“This includes protection against key variants of concern, such as the alpha and beta variants, which were the predominant strains circulating in these countries.”
Addressing concerns over the Delta variant, the committee further said that despite such concerns, emerging data suggest the continued efficacy of mRNA vaccines against the new variants.
“While further studies are required before a definitive conclusion can be made, the available data globally indicates that substantial protection is preserved,” said the committee.
The committee went further to cite a study in Britain, which results found that even against the Delta variant, two doses of the Pfizer-BioNTech mRNA vaccine conferred about 88% protection against symptomatic COVID-19.
The committee also reiterated that no vaccine provides 100% protection, explaining that infections can still occur despite vaccinations, due to mutations that would lead to the emergence and spread of new variants.
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Speaking in reference to the detection of asymptomatic to mild infections among patients with the Delta variant, the committee said that this does not indicate a lack of protection.
Instead, this in line with the global evidence that mRNA vaccines provide a high level of protection against symptomatic and severe disease, said the committee.
Similar to the Singapore government, multiple reputable international regulatory bodies have also confirmed the efficacy of mRNA vaccines by approving the Pfizer-BioNTech and Moderna vaccines.
In addition, manufacturers of the vaccines have publicly released their detailed study protocols and openly published their findings, offering them up to the scrutiny of the scientific community after peer review.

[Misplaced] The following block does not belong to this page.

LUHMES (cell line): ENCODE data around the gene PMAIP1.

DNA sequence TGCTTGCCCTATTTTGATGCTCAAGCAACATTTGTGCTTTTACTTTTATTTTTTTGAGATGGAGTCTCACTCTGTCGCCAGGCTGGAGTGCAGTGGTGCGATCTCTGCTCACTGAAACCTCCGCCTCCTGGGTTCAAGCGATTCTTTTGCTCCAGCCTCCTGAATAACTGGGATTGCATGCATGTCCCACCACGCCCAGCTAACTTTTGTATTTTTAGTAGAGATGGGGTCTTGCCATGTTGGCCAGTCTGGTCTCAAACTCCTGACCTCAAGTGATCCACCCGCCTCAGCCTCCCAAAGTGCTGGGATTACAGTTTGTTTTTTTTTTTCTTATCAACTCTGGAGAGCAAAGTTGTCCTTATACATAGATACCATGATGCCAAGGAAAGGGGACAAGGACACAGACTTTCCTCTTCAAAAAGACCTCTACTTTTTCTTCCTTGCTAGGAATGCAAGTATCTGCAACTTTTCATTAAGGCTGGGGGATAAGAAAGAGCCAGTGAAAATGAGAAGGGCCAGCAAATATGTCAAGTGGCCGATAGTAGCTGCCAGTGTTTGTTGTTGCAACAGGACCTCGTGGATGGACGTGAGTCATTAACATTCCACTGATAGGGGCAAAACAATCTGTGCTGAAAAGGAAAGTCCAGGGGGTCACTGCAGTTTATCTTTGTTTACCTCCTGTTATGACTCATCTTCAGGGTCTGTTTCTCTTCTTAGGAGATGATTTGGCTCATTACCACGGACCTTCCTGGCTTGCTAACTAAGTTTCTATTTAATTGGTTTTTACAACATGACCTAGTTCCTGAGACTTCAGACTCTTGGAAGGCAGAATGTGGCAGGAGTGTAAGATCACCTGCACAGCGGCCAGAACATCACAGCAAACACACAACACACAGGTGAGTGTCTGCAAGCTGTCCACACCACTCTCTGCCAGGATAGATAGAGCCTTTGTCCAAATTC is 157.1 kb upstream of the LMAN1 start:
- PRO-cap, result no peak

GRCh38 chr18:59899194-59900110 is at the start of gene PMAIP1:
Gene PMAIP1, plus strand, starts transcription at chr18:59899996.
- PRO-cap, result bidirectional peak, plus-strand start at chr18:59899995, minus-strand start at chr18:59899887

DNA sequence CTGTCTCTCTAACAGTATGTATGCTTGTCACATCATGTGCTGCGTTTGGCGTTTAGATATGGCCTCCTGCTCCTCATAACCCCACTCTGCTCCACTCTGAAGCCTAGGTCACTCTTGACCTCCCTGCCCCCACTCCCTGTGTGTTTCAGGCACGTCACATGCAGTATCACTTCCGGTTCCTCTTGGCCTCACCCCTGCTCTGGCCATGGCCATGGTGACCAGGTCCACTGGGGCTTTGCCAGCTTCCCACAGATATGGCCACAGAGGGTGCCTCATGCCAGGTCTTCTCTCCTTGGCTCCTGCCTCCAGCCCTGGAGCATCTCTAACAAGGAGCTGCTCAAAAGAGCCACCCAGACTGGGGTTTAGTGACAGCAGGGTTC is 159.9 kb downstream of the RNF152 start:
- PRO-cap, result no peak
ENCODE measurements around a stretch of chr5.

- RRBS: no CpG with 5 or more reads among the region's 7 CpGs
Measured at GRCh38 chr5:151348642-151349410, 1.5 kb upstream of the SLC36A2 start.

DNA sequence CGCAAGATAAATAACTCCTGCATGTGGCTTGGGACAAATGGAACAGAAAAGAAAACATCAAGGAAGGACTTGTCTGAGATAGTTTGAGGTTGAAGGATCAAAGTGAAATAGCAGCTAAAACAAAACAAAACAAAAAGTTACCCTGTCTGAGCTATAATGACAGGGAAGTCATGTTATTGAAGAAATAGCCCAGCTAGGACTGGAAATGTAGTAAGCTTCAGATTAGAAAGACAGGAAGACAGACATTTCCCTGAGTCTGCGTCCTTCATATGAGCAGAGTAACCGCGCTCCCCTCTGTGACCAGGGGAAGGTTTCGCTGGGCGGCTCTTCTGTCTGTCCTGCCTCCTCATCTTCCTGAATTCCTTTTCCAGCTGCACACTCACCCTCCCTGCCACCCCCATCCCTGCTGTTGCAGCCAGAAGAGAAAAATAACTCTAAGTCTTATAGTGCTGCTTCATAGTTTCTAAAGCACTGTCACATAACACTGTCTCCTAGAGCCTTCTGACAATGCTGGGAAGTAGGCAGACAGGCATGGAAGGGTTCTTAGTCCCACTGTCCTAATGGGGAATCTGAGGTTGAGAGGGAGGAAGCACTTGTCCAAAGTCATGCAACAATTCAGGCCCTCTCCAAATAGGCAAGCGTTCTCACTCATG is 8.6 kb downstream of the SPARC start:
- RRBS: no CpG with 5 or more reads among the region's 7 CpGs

Regulatory bodies, such as the Food and Drug Administration in the United States and the British Medicines and Healthcare Products Regulatory Agency, have also published detailed assessments of these vaccines.
The Sinovac Shot
In comparison, according to the committee, the Sinovac shot has yet to meet the requirements for authorisation by Singapore’s Health Sciences Authority. This is because in order to meet the standards of evaluation, additional safety and quality data are required—data that are still pending.
On the Sinovac shot, the committee stated that the “Sinovac vaccine has also shown variable protection across multiple studies carried out internationally”.
“The most complete analysis of the vaccine showed a vaccine efficacy of 51 per cent,” said the committee. The protection that the Sinovac shot provides against newer variants and under real-world conditions is still unknown, added the committee.
Currently, the Sinovac shot has been approved by the World Health Organisation (WHO) for emergency use in those aged 18 and above. The Singapore committee has also stated that this means that the Sinovac shot will not be an option for children and adolescents under 18, both globally and in Singapore.
In Singapore, the Sinovac vaccine will soon be available here under the Special Access Route, and will be available at private healthcare providers (soon).